A well-connected developer and a reverend

But council members may be thinking about their relationships on the other side of the negotiating table too. Teitelbaum, the One45 developer, is a longtime player in city politics who was once former Mayor Rudy Giuliani’s chief of staff. But he’s also married to Suri Kasirer, whose eponymous lobbying firm brings in more money than any other on the city level. The council’s chief of staff, Jason Goldman, used to work for Kasirer, and the firm was hired to lobby city officials on One45 starting in May 2021, for $120,000 a year.

And One45 has other champions as well. When Teitelbaum’s group bought the land, he said they intended to demolish and build as-of-right – with no need for an upzoning or an onerous ULURP. That building would be 124 feet tall, with just 49 housing units, none of them designated affordable, according to documents submitted to the city. Obviously concerned that the space he rents for NAN headquarters would be lost, Teitelbaum said Sharpton reached out about five years ago. “He told me it was important to the community that NAN not be displaced,” Teitelbaum told City & State. “That meant a lot to me – and frankly, it was one of the reasons I decided to forgo our as-of-right plan, and proceed along a much riskier and uncertain path.”

Out of these conversations came the additional plan to allot space for the Museum of Civil Rights, explained Howard Weiss, who leads the land use practice at Davidoff Hutcher & Citron, which is representing the foundation behind the planned museum. Sharpton co-chairs the board, serving alongside other political heavy hitters like former de Blasio deputy mayor Lilliam Barrios-Paoli, progressive activist Allen Roskoff – and Teitelbaum himself. 

Sharpton’s office declined to comment, and all the players emphasized that Sharpton, NAN and the museum would all just be tenants – they are not partners on the project. Weiss tried to distance them from any potential controversy. “One would hope that the developers are going to be able to satisfy the community’s concerns and the council member’s concerns in a way that would ultimately result in approval,” he said. “But I’m not in a position to predict where that may go at this point.”

But the importance of Sharpton’s support – even if quiet – can’t be overemphasized. The same day that Richardson Jordan voted against Adrienne Adams for speaker and sent out her letter asking for colleagues to vote against One45, Adams gave a shoutout to Sharpton on the floor of the Council Chambers. He may have been the only person who she thanked for her victory who was not even there in person, and Adams took care to mention that she was a longtime member of NAN. Adams’ office did not respond to a request for comment about One45, and Teitelbaum said he had not yet spoken to her about the project. But while she was running for speaker, Adams’ spokesperson said that she believed the common practice of member deference could be overruled if a project “was for the greater good of the city and supported by a broad coalition.” 

The council speaker’s long shadow

The speaker has huge power over what does and doesn’t pass the council, and the council member first quoted here predicted that One45’s approval would come down to whether or not Adams decides the building is worth the battle. “Members aren’t looking for member deference fights. But we’re willing to take them on,” they said.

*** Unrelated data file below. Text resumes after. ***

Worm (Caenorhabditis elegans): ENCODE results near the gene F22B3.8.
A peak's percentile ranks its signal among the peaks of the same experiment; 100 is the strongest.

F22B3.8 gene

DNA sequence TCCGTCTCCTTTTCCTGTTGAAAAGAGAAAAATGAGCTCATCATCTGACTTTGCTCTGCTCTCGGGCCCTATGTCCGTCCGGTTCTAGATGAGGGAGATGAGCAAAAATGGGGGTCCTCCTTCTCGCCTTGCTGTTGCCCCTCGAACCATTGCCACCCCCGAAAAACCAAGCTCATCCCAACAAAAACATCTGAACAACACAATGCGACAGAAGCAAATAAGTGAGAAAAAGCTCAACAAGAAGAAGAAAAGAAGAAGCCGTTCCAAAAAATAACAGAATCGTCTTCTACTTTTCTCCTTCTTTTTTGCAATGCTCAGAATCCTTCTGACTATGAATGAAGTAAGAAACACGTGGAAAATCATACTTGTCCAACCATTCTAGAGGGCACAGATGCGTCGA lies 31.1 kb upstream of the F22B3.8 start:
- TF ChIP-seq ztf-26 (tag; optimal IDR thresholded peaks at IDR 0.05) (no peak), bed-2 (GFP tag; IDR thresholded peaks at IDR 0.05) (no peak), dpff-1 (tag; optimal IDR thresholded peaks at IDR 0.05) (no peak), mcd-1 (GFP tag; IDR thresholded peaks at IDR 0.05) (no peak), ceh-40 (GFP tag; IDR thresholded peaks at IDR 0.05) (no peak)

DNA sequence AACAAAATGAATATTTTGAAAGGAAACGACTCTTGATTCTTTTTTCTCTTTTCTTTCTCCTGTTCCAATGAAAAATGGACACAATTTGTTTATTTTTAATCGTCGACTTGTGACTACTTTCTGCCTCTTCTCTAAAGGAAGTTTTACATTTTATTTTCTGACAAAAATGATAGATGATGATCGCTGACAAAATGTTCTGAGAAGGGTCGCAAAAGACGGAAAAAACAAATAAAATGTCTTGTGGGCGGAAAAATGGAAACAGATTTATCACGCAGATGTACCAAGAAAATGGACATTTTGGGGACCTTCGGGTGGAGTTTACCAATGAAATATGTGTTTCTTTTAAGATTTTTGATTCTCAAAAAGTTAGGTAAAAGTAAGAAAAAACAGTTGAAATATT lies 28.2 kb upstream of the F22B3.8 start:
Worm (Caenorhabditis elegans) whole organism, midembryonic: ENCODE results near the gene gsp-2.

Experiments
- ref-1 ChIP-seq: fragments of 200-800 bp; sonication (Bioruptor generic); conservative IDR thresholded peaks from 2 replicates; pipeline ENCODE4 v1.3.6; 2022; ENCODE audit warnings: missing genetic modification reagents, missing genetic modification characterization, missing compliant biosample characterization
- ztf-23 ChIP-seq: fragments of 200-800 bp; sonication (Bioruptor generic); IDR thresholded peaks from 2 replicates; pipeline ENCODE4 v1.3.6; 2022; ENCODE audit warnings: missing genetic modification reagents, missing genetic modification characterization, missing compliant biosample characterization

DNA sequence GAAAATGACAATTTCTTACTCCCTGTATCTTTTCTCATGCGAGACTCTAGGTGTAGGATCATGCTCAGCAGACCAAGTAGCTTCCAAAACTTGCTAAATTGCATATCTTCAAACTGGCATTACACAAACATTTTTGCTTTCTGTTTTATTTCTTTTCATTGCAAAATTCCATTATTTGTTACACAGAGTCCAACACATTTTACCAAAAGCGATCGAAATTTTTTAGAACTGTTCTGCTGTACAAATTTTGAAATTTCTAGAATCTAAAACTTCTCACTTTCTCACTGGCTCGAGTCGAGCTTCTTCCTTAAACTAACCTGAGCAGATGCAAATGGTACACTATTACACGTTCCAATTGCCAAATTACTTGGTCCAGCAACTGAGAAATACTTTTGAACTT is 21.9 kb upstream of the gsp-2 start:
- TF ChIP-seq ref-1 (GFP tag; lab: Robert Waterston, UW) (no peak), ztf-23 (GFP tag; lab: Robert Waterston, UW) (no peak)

Richardson Jordan isn’t the only one opposing the project. Patch, which has extensively covered One45’s development, reported that the local community board voted down the building in its advisory vote earlier this month. Next up in the ULURP process is an advisory vote from Manhattan Borough President Mark Levine, who echoed some of the community board’s concerns about “the number and size of the affordable units and the income targets to be used,” he wrote in a statement provided to City & State. However, “there is a desperate need for affordable housing in Harlem that is accessible to families in the neighborhood. This will be the guiding principle I will focus on as my office reviews this land use proposal." 

One45’s ULURP is due to come before the City Council in May or June, but if approval seems unlikely, the developers could pull the application and just build a smaller project as-of-right. Richardson Jordan said she’d prefer that, since it would mean less market rate housing. “The market rate housing is what’s driving up the property values and driving up the cost of living and causing a lot of struggles with congestion in the area and has a big environmental impact.” The effect of new construction on cost of living is hotly debated, though multiple recent reports suggest that building new units has decreased rents in the area, at least in the short term. 

“I definitely, definitely believe we need affordable housing. Actually affordable housing to the (Area Median Income) of the district,” Richardson Jordan said. “I’m very interested in working with developers who actually want to do that. Who aren’t motivated by greed but actually have an interest in building housing that is good for the community.”

Teitelbaum said there won’t be another developer, but the as-of-right option is still on the table. “We are not speculators,” he said. “We bought this site to develop it. So I can tell you this: This site will be developed.”

Richardson Jordan seemed to be done negotiating with Teitelbaum, but she was holding out hope for another stakeholder. “If we're talking about Black rights and liberation, that doesn’t come in the form of a museum, that comes in the form of housing,” she said. “Al Sharpton should be over here with us, advocating for an (lower) AMI and full affordability.”